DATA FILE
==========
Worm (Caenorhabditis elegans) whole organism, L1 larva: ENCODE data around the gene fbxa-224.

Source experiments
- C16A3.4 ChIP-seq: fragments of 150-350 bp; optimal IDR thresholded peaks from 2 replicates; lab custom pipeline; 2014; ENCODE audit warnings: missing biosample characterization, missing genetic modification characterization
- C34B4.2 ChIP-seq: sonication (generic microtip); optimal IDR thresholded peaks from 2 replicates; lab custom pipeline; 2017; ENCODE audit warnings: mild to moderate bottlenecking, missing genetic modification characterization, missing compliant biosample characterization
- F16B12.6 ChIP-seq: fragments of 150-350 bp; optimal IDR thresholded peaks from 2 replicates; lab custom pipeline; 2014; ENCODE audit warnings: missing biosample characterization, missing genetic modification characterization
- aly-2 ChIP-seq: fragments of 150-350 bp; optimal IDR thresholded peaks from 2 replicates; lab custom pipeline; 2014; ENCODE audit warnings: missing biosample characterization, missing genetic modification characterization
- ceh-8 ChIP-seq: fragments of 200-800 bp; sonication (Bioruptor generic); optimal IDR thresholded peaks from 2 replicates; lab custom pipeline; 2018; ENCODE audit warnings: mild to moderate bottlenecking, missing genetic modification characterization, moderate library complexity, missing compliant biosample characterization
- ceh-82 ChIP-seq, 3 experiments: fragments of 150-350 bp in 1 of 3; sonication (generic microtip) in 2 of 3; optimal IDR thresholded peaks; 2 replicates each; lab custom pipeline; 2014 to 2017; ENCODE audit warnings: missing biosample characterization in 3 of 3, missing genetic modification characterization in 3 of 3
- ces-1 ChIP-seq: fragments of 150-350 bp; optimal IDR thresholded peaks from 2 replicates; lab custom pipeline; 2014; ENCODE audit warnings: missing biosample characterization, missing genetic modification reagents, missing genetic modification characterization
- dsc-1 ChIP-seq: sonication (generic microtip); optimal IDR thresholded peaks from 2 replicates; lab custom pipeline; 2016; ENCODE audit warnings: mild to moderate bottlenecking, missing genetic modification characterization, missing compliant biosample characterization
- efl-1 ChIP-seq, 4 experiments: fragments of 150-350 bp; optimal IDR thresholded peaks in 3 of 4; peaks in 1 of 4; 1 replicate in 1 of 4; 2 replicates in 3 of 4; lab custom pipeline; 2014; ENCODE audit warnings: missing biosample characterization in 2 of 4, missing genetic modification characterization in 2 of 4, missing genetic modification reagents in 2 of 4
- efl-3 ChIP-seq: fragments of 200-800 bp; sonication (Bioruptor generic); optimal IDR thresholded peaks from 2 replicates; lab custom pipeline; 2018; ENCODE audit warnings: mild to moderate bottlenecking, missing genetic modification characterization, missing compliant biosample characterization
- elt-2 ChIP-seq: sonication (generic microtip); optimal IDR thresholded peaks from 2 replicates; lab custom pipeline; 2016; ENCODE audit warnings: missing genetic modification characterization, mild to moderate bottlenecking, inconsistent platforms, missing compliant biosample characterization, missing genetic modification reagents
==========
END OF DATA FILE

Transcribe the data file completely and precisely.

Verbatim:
Worm (Caenorhabditis elegans) whole organism, L1 larva: ENCODE data around the gene fbxa-224.

Source experiments
- C16A3.4 ChIP-seq: fragments of 150-350 bp; optimal IDR thresholded peaks from 2 replicates; lab custom pipeline; 2014; ENCODE audit warnings: missing biosample characterization, missing genetic modification characterization
- C34B4.2 ChIP-seq: sonication (generic microtip); optimal IDR thresholded peaks from 2 replicates; lab custom pipeline; 2017; ENCODE audit warnings: mild to moderate bottlenecking, missing genetic modification characterization, missing compliant biosample characterization
- F16B12.6 ChIP-seq: fragments of 150-350 bp; optimal IDR thresholded peaks from 2 replicates; lab custom pipeline; 2014; ENCODE audit warnings: missing biosample characterization, missing genetic modification characterization
- aly-2 ChIP-seq: fragments of 150-350 bp; optimal IDR thresholded peaks from 2 replicates; lab custom pipeline; 2014; ENCODE audit warnings: missing biosample characterization, missing genetic modification characterization
- ceh-8 ChIP-seq: fragments of 200-800 bp; sonication (Bioruptor generic); optimal IDR thresholded peaks from 2 replicates; lab custom pipeline; 2018; ENCODE audit warnings: mild to moderate bottlenecking, missing genetic modification characterization, moderate library complexity, missing compliant biosample characterization
- ceh-82 ChIP-seq, 3 experiments: fragments of 150-350 bp in 1 of 3; sonication (generic microtip) in 2 of 3; optimal IDR thresholded peaks; 2 replicates each; lab custom pipeline; 2014 to 2017; ENCODE audit warnings: missing biosample characterization in 3 of 3, missing genetic modification characterization in 3 of 3
- ces-1 ChIP-seq: fragments of 150-350 bp; optimal IDR thresholded peaks from 2 replicates; lab custom pipeline; 2014; ENCODE audit warnings: missing biosample characterization, missing genetic modification reagents, missing genetic modification characterization
- dsc-1 ChIP-seq: sonication (generic microtip); optimal IDR thresholded peaks from 2 replicates; lab custom pipeline; 2016; ENCODE audit warnings: mild to moderate bottlenecking, missing genetic modification characterization, missing compliant biosample characterization
- efl-1 ChIP-seq, 4 experiments: fragments of 150-350 bp; optimal IDR thresholded peaks in 3 of 4; peaks in 1 of 4; 1 replicate in 1 of 4; 2 replicates in 3 of 4; lab custom pipeline; 2014; ENCODE audit warnings: missing biosample characterization in 2 of 4, missing genetic modification characterization in 2 of 4, missing genetic modification reagents in 2 of 4
- efl-3 ChIP-seq: fragments of 200-800 bp; sonication (Bioruptor generic); optimal IDR thresholded peaks from 2 replicates; lab custom pipeline; 2018; ENCODE audit warnings: mild to moderate bottlenecking, missing genetic modification characterization, missing compliant biosample characterization
- elt-2 ChIP-seq: sonication (generic microtip); optimal IDR thresholded peaks from 2 replicates; lab custom pipeline; 2016; ENCODE audit warnings: missing genetic modification characterization, mild to moderate bottlenecking, inconsistent platforms, missing compliant biosample characterization, missing genetic modification reagents